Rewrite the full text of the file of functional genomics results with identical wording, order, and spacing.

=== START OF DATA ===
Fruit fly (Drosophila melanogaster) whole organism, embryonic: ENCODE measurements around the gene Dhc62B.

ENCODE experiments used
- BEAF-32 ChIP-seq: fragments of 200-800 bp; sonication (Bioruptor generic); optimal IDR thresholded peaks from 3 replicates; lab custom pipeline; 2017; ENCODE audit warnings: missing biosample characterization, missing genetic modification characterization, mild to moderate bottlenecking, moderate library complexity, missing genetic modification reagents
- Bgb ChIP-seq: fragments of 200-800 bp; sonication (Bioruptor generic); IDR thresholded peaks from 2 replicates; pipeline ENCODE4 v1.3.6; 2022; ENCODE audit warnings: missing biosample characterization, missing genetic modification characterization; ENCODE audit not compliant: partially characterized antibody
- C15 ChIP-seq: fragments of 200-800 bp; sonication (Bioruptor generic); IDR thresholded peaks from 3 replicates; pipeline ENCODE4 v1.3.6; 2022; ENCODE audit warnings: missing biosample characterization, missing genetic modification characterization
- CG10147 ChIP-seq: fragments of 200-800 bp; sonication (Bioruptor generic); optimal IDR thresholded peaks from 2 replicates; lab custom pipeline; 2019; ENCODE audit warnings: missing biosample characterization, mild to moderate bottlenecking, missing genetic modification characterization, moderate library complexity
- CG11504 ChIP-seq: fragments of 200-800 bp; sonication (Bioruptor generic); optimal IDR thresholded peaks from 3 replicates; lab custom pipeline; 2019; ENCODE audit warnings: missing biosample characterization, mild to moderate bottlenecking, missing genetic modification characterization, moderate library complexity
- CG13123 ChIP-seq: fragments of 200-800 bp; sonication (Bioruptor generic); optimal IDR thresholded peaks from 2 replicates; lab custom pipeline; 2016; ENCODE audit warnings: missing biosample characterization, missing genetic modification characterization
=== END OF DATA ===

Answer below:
Fruit fly (Drosophila melanogaster) whole organism, embryonic: ENCODE measurements around the gene Dhc62B.

ENCODE experiments used
- BEAF-32 ChIP-seq: fragments of 200-800 bp; sonication (Bioruptor generic); optimal IDR thresholded peaks from 3 replicates; lab custom pipeline; 2017; ENCODE audit warnings: missing biosample characterization, missing genetic modification characterization, mild to moderate bottlenecking, moderate library complexity, missing genetic modification reagents
- Bgb ChIP-seq: fragments of 200-800 bp; sonication (Bioruptor generic); IDR thresholded peaks from 2 replicates; pipeline ENCODE4 v1.3.6; 2022; ENCODE audit warnings: missing biosample characterization, missing genetic modification characterization; ENCODE audit not compliant: partially characterized antibody
- C15 ChIP-seq: fragments of 200-800 bp; sonication (Bioruptor generic); IDR thresholded peaks from 3 replicates; pipeline ENCODE4 v1.3.6; 2022; ENCODE audit warnings: missing biosample characterization, missing genetic modification characterization
- CG10147 ChIP-seq: fragments of 200-800 bp; sonication (Bioruptor generic); optimal IDR thresholded peaks from 2 replicates; lab custom pipeline; 2019; ENCODE audit warnings: missing biosample characterization, mild to moderate bottlenecking, missing genetic modification characterization, moderate library complexity
- CG11504 ChIP-seq: fragments of 200-800 bp; sonication (Bioruptor generic); optimal IDR thresholded peaks from 3 replicates; lab custom pipeline; 2019; ENCODE audit warnings: missing biosample characterization, mild to moderate bottlenecking, missing genetic modification characterization, moderate library complexity
- CG13123 ChIP-seq: fragments of 200-800 bp; sonication (Bioruptor generic); optimal IDR thresholded peaks from 2 replicates; lab custom pipeline; 2016; ENCODE audit warnings: missing biosample characterization, missing genetic modification characterization